“Well into our 70s, we continue to develop new cells in an area of the brain responsible for new memories and exploration of new environments, scientists report.
“These new brain cells sustain our abilities to make new memories, learn, and cope with the environment, and they are important for emotional responses,” Dr. Maura Boldrini from Columbia University in New York City told Reuters Health by email…Even the oldest brains produced new brain cells. The number of developing and immature brain cells remained stable across the age range, the researchers reported in the journal Cell Stem Cell.
There was, however, a decline in the ability of mature nerve cells to change their function — a property known as neuroplasticity — with increasing age… “We know that vasculature can become weaker with aging, and we need to find ways to keep our (blood vessels) healthy so that our brain can remain more plastic,” Dr. Boldrini said. “This means that through healthy lifestyle, enriched environment, social interactions, and exercise” — all of which help maintain healthy blood vessels — “we can maintain these neurons healthy and functioning and sustain healthy aging.”
Human Hippocampal Neurogenesis Persists throughout Aging (Cell Stem Cell)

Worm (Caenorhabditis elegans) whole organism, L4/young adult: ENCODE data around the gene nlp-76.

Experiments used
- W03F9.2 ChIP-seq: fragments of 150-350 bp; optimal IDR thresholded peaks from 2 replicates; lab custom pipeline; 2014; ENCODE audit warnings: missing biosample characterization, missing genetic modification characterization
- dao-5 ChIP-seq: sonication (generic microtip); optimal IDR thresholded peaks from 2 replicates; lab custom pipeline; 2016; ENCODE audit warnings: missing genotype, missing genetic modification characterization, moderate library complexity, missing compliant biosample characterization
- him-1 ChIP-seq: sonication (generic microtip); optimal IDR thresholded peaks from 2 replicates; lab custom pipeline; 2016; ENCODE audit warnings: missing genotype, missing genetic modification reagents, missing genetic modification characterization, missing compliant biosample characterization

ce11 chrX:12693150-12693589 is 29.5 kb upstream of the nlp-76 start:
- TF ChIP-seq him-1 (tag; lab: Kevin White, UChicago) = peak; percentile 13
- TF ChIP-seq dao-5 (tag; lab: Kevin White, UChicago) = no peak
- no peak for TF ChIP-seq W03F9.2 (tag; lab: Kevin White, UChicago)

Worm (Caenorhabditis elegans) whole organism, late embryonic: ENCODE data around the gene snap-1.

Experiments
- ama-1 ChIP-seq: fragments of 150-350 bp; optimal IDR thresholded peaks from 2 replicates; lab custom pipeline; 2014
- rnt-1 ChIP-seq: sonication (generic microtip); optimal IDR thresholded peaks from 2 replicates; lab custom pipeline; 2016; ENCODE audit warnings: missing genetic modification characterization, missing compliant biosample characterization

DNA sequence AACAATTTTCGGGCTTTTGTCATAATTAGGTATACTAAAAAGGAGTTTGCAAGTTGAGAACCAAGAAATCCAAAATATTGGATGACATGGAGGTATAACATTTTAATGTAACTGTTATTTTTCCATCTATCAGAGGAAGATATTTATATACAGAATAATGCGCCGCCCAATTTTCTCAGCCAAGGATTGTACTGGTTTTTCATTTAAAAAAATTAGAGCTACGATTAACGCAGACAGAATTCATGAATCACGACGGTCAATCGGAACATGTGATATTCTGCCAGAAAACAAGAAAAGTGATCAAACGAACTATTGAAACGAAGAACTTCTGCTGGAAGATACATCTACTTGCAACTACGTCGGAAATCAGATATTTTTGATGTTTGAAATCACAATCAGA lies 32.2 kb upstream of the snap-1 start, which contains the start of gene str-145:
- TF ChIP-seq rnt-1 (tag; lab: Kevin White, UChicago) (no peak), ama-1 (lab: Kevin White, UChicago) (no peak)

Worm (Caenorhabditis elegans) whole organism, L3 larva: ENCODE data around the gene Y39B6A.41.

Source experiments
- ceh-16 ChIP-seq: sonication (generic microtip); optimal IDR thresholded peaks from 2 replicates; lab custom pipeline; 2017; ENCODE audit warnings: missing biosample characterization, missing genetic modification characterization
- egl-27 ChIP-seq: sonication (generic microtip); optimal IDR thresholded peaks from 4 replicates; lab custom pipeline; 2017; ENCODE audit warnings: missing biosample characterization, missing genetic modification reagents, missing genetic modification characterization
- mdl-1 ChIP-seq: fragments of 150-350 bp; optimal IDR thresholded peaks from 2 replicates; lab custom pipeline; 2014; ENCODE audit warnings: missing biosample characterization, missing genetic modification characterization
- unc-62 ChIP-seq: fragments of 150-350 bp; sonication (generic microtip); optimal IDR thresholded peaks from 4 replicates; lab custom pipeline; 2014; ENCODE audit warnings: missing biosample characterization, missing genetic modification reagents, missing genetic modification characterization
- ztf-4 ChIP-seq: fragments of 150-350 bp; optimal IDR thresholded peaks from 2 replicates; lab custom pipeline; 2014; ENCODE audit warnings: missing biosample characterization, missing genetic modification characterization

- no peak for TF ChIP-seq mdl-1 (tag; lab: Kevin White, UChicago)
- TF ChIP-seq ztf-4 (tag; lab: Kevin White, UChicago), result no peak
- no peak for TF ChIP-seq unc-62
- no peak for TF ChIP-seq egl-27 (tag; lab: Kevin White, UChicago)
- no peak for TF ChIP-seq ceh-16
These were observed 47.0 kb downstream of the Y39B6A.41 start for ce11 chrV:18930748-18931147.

- Summary: Adult hippocampal neurogenesis declines in aging rodents and primates. Aging humans are thought to exhibit waning neurogenesis and exercise-induced angiogenesis, with a resulting volumetric decrease in the neurogenic hippocampal dentate gyrus (DG) region, although concurrent changes in these parameters are not well studied. Here we assessed whole autopsy hippocampi from healthy human individuals ranging from 14 to 79 years of age. We found similar numbers of intermediate neural progenitors and thousands of immature neurons in the DG, comparable numbers of glia and mature granule neurons, and equivalent DG volume across ages. Nevertheless, older individuals have less angiogenesis and neuroplasticity and a smaller quiescent progenitor pool in anterior-mid DG, with no changes in posterior DG. Thus, healthy older subjects without cognitive impairment, neuropsychiatric disease, or treatment display preserved neurogenesis. It is possible that ongoing hippocampal neurogenesis sustains human-specific cognitive function throughout life and that declines may be linked to compromised cognitive-emotional resilience.